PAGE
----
"I used to run with the Flying Irish," Hank Greer says. "One guy comes up and says, 'Let me look at your feet,' and he says, 'They look normal,' and I say, 'They are normal!'"
Hank Greer's feet are normal, he assures us. It's what surrounds them — or doesn't — that make the difference.
Greer had tried plenty of different shoes on plenty of Bloomsday runs. But these? This particular sartorial choice was special.
Greer says it "changed my running form so that I could run more comfortably for long distances. You run on the ball of your foot, not on your heel. You keep your knee slightly bent, it acts as a shock absorber."
They're light. They're breathable. They feel like freedom. They're like running on air. Think of the story of a certain emperor, who wore luxurious garments that could only be seen by people who are truly pure of heart, clear of mind and swift of foot.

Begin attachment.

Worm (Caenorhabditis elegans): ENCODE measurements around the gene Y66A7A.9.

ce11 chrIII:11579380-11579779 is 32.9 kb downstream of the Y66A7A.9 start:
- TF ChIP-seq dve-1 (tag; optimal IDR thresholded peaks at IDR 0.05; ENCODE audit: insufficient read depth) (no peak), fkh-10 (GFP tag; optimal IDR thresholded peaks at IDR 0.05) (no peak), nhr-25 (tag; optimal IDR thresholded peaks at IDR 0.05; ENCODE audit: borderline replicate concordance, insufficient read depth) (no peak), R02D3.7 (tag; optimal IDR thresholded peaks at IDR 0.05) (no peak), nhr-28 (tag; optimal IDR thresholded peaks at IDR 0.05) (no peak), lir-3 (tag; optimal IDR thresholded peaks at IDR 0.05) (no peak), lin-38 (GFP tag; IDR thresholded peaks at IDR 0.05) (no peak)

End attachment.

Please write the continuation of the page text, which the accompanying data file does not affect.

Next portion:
That Bloomsday — in 2010 — Greer passed a runner on the jaunt from SFCC to TJ Meenach Bridge.
"Hey, that guy's running barefoot!" the runner yelled.
"Yeah?" his running partner responded, "Well, he's kicking your ass."
He not only kicked that guy's ass, that year Greer earned his personal record Bloomsday time without any shoes at all.
That's not to say running barefoot is easy. Barefoot runners have to contend with all sorts of hazards from painful chip-sealed pavement to goose poop on trails.
"I was worried about stuff being on the road," Greer says. "The water stations, people throwing cups all over the place, slipping on something. People spitting. That's what people ask a lot, 'What do you do about glass?' I go around it! That's what my eyes for."
For the rest of us? That's what shoes are for.
But we can't get too smug. That barefoot guy is kicking our ass.